Latin Heat: Scotch's South America Woes
Following a shock profit warning from Diageo, Scotch whisky distillers are facing up to a difficult period in one of the industry's key regions, Latin America. Richard Woodard finds out more for WhiskyInvestDirect…
Towards the end of September, Scotch whisky's largest operator, Diageo, released the most routine of trading updates: no change to the company's outlook for fiscal 2024 (the 12 months ending 30 June next year), it said. Nothing to see here, in other words.
Six weeks later, a (in corporate terms) dramatic development. Now, said Diageo, revenues and profits were set to take quite a hit thanks to a likely 20% reduction in first-half net sales in the Latin America & Caribbean (LAC) region.
LAC matters to Diageo because it's responsible for more than 10% of the multinational's annual revenues. It matters to Scotch because Diageo has a hugely dominant market position in the region, which is the source of about 30% of the company's global Scotch sales. Diageo has about three-quarters of the blended Scotch and premium-plus Scotch segments in LAC, so Johnnie Walker, Ballantine's, Black & White et al are big players here.
The company's announcement made for grim reading. "Macroeconomic pressures in the region are resulting in lower consumption and consumer downtrading," it said. "These impacts are slowing down progress in reducing channel inventory to appropriate levels for the current environment."
Sift through the corporate jargon and what you have is this: while people are drinking less Scotch, there's still plenty of it sitting in warehouses across Brazil, Mexico and the rest of the region. And, because even a company of Diageo's size doesn't have 20:20 vision of the entire local supply chain, it didn't know things had got so bad. Until now.
Such market conditions tend to usher in a vicious cycle. With less consumption and large inventories, Diageo has been forced to spend money – in the form of lowering prices – in order to try to shift unsold stocks. It's not an ideal strategy in terms of profitability, and it takes time to work.
To an extent, the company is the victim of its own success, in that any downturn is going to affect it disproportionately because of its dominant position.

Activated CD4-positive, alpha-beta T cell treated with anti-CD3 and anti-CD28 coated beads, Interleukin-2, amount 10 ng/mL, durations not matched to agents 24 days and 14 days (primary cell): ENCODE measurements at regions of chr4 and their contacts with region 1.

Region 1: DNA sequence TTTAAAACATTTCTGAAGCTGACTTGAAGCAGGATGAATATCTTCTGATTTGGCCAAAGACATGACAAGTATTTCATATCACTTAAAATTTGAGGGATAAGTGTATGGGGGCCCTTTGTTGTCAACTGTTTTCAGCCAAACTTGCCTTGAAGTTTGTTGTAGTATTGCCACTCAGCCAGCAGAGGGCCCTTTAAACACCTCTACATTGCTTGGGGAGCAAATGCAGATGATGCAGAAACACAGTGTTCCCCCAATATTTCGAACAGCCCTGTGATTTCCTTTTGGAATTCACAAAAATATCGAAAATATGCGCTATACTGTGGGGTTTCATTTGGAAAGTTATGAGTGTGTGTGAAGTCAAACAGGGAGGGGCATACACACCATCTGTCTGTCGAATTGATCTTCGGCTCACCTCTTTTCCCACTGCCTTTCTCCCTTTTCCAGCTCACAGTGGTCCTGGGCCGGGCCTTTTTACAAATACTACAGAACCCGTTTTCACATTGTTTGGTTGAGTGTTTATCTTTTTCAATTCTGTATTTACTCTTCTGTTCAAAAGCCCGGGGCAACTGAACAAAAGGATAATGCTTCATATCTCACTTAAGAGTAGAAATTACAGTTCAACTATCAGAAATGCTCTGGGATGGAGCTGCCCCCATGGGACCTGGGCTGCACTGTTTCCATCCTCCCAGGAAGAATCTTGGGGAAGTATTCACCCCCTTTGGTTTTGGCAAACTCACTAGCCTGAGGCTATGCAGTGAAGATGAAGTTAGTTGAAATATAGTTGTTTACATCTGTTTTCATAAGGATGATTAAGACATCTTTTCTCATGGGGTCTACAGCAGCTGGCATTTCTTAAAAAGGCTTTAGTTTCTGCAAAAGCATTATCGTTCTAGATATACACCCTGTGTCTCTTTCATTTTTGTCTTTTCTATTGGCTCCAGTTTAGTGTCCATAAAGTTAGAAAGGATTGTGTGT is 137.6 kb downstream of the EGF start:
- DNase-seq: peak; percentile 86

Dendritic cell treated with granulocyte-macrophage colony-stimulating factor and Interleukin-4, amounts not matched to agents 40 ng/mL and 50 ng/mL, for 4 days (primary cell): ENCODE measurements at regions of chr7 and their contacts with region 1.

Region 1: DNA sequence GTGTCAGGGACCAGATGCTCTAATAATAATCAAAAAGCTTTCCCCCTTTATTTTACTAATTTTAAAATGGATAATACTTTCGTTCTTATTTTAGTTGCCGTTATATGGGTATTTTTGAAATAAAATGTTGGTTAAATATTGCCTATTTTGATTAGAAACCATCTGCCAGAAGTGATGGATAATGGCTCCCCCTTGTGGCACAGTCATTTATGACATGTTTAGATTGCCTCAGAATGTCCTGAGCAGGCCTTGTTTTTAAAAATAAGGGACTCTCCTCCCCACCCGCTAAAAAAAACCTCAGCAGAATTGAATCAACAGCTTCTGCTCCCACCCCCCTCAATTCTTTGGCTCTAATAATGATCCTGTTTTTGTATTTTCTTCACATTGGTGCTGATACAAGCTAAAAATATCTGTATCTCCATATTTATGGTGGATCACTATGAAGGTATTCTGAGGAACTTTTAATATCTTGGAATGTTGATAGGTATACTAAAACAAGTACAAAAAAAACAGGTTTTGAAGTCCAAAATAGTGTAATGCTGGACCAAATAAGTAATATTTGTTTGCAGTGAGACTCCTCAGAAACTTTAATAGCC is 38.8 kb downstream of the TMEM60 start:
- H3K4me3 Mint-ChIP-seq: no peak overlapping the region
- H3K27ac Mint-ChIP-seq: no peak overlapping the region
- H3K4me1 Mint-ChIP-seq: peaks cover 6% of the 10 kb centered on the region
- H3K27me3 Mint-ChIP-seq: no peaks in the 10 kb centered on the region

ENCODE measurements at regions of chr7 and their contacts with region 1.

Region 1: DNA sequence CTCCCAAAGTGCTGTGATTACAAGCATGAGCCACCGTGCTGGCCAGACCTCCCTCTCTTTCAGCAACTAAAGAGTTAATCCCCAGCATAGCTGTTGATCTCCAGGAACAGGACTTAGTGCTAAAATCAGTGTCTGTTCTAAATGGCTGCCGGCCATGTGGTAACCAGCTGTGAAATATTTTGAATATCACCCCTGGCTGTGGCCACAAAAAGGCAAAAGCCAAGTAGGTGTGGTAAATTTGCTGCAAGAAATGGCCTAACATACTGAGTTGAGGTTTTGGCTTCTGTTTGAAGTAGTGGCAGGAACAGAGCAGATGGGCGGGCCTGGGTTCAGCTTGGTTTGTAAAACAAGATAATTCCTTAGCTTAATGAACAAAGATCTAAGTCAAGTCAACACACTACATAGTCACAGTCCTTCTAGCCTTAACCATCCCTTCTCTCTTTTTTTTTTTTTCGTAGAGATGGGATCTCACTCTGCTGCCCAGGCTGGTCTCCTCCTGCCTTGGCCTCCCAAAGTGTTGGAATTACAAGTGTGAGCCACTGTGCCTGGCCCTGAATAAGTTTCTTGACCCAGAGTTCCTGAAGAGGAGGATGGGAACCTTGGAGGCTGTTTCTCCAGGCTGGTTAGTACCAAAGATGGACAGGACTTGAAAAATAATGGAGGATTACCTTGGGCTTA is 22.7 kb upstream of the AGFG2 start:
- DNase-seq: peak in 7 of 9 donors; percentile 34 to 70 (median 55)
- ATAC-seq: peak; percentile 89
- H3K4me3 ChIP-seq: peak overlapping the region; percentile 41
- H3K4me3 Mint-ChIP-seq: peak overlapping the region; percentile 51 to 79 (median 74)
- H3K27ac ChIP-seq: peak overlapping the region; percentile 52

"Diageo's long-term investment in the larger markets and sales volume 'exposure' leave them in a difficult position whenever there's a downturn," says one unnamed executive with decades of experience in the region, who now works for an independent Scotch business. "There's a sense that national spirits [rum, cachaça, aguardiente, etc] are making a comeback based on quality and price versus imported, higher-taxed Scotch."
Of course, Diageo is far from being the only company impacted by the slump. Sebastien Borda, marketing director, business acceleration, at Pernod Ricard-owned Chivas Brothers, says – somewhat euphemistically – that the Latin American market "has been evolving" since the middle of 2023, adding: "This has included consumption frequency changes, but notably with no impact on spirits penetration."
The difficulties – and Diageo's response to them – risk creating further instability. Distillers have faced huge cost increases in the past few years for everything from spirit to dry goods and freight, so the sight of large companies discounting lower-end Scotch brands to try to hit their numbers makes life arguably even tougher for smaller, independent businesses.
"These are still early days, so we're not being hammered, but at the same time the pace has slowed significantly and several markets have postponed orders," says our anonymous industry veteran. "Definitely 'Covid hangover' is a term which is being bandied about, and this includes overloaded inventories, particularly by the multinationals, who one has to assume were being pushed hard to maintain the growth experienced over the past two to three years of Covid."
This hints at two deeper truths about Scotch in Latin America. One – the region has had a terrific few years prior to this sharp correction: Diageo's overall LAC revenues (not just Scotch) were up 20% in the first half of fiscal 2023 (July-December 2022), so this slump may simply take it back to where it was two years ago.
And two – developing economies such as Brazil and Mexico offer enticing growth opportunities, but with inevitable periods of volatility. As Diageo chief executive Debra Crew told analysts following the November profit warning: "It is of course though still an emerging market, and in emerging markets it is never a straight line."
It isn't all entirely gloomy either. Borda reports continued growth for Chivas' prestige brands Royal Salute and The Glenlivet – which tend to attract consumers less impacted by immediate economic factors – while continuing to push premium products from the likes of Chivas Regal and Ballantine's.
"The region as a whole is particularly susceptible to socio-economic pressures and government changes – spirits get hit hard from time to time, and each of the larger markets (Mexico, Brazil, Venezuela and Colombia) affects neighbouring markets," our industry veteran points out.
"Patience is key – the region is a long-term game at best, there are plenty of losses along the way – but participation is required if companies want the rewards when the markets bounce back."
Richard Woodard has been writing about spirits and wine for 20 years, editing and contributing to a number of magazines and websites, including Decanter, The Spirits Business, just-drinks.com and Club Oenologique. He was also one of the founding editors of Scotchwhisky.com.